UK: tribunal rulings extend scope of protected philosophical beliefs

Employers should keep a watchful eye on the steady stream of cases challenging the boundaries of the protection for philosophical and religious beliefs.  Employee activism and use of social media mean the potential for a clash of opposing beliefs in the workplace will only increase; a considered, sensitive response that does not take sides will be key to avoiding claims.  Employers may also wish to consider or review staff policies on expressing views on social media and in the workplace.

  • Recent rulings in Forstater and Mackereth have established that gender-critical beliefs can be protected beliefs, including a limited right to express those beliefs (whereas objectionable manifestations such as intentional misgendering will not be protected) – see here.  A first instance tribunal in Bailey v Stonewall Equality, Garden Court Chambers and others has now ruled that the protection extends beyond the core gender-critical belief (that women are defined by biological sex rather than gender identity) to also cover a belief that gender theory as promoted by Stonewall is severely detrimental to women (including that it denies them female-only spaces) and to lesbians (in that it labels them as bigoted for being same-sex attracted).  Expressing hostility to Stonewall campaigning on the basis of gender self-identity did not seek to destroy the rights of others in a way that would not be worthy of respect in a democratic society.  Garden Court Chambers’ knee-jerk reaction to complaints about the claimant’s gender-critical comments, tweeting that it would launch an investigation and subsequently concluding that she had likely breached Bar Standards, was held to be unlawful belief discrimination.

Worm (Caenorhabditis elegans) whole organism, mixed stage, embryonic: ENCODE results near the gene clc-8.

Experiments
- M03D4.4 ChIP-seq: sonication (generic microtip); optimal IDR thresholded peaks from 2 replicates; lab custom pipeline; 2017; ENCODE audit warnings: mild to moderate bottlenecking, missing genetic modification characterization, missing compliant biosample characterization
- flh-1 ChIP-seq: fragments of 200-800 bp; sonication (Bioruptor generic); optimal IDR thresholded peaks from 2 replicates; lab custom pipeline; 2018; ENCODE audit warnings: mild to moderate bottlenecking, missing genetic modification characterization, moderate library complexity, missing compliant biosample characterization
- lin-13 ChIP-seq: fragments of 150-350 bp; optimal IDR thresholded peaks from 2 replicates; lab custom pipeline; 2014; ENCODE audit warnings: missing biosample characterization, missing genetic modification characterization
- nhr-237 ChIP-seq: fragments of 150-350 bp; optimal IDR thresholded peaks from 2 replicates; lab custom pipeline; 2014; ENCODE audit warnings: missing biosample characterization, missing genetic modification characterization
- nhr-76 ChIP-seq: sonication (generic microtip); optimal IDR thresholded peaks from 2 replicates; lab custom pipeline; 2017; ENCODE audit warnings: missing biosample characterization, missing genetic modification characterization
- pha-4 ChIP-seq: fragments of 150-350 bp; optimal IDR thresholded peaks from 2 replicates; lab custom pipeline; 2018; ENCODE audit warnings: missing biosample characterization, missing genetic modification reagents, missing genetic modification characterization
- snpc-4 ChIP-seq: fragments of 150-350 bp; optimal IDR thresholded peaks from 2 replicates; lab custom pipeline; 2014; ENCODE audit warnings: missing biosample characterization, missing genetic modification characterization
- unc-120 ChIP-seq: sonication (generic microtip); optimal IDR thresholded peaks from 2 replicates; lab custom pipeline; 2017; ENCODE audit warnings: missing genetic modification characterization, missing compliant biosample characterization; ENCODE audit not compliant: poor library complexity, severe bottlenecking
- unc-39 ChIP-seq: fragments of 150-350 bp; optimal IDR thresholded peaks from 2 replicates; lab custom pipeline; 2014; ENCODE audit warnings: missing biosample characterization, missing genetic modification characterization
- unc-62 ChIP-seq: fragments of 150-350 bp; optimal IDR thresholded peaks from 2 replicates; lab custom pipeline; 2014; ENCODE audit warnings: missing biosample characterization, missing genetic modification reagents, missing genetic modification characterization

• In contrast, in McClung v Doosan a first instance tribunal rejected a claim that supporting Rangers football club could be a protected philosophical belief.  A desire that a particular team do well did not concern “a weighty and substantial aspect of human life”, the variety of fan behaviour meant that there was insufficient cogency, cohesion and importance to the belief, and it did not invoke the required degree of respect in a democratic society.  (The claimant did not seek to bring a religious discrimination claim.)